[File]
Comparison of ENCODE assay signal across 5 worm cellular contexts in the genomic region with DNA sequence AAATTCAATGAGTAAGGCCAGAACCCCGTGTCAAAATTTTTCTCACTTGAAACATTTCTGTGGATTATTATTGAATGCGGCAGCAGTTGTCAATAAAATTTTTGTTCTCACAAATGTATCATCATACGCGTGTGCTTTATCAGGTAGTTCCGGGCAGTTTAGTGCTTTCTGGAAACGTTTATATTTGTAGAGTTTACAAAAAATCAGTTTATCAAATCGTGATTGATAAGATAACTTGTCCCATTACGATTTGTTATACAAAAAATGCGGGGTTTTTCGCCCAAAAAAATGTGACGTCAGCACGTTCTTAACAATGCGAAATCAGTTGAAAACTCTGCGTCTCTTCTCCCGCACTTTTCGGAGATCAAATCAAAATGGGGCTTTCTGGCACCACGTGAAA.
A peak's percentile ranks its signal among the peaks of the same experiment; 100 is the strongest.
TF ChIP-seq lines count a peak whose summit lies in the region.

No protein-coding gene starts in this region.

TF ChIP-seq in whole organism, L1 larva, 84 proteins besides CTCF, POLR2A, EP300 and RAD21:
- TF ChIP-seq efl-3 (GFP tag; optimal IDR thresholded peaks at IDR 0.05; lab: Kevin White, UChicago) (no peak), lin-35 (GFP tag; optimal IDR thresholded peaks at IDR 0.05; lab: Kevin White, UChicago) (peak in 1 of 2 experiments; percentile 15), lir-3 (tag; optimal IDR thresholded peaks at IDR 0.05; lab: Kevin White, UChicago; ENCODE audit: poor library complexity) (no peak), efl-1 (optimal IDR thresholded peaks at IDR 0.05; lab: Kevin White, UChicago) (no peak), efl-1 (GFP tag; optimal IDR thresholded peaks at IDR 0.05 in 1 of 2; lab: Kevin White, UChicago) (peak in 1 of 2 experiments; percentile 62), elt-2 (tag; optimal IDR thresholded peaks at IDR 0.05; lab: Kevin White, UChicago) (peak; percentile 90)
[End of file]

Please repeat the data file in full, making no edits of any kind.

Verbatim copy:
Comparison of ENCODE assay signal across 5 worm cellular contexts in the genomic region with DNA sequence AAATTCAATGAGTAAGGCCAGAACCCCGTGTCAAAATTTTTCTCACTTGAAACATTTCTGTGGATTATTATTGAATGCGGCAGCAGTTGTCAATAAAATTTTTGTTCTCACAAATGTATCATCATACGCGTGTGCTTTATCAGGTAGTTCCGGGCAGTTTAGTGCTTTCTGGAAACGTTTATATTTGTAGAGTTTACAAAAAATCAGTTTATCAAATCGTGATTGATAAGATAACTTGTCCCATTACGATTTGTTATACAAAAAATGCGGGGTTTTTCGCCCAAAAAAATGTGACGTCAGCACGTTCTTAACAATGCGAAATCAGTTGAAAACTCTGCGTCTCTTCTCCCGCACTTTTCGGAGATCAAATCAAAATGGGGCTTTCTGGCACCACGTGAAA.
A peak's percentile ranks its signal among the peaks of the same experiment; 100 is the strongest.
TF ChIP-seq lines count a peak whose summit lies in the region.

No protein-coding gene starts in this region.

TF ChIP-seq in whole organism, L1 larva, 84 proteins besides CTCF, POLR2A, EP300 and RAD21:
- TF ChIP-seq efl-3 (GFP tag; optimal IDR thresholded peaks at IDR 0.05; lab: Kevin White, UChicago) (no peak), lin-35 (GFP tag; optimal IDR thresholded peaks at IDR 0.05; lab: Kevin White, UChicago) (peak in 1 of 2 experiments; percentile 15), lir-3 (tag; optimal IDR thresholded peaks at IDR 0.05; lab: Kevin White, UChicago; ENCODE audit: poor library complexity) (no peak), efl-1 (optimal IDR thresholded peaks at IDR 0.05; lab: Kevin White, UChicago) (no peak), efl-1 (GFP tag; optimal IDR thresholded peaks at IDR 0.05 in 1 of 2; lab: Kevin White, UChicago) (peak in 1 of 2 experiments; percentile 62), elt-2 (tag; optimal IDR thresholded peaks at IDR 0.05; lab: Kevin White, UChicago) (peak; percentile 90)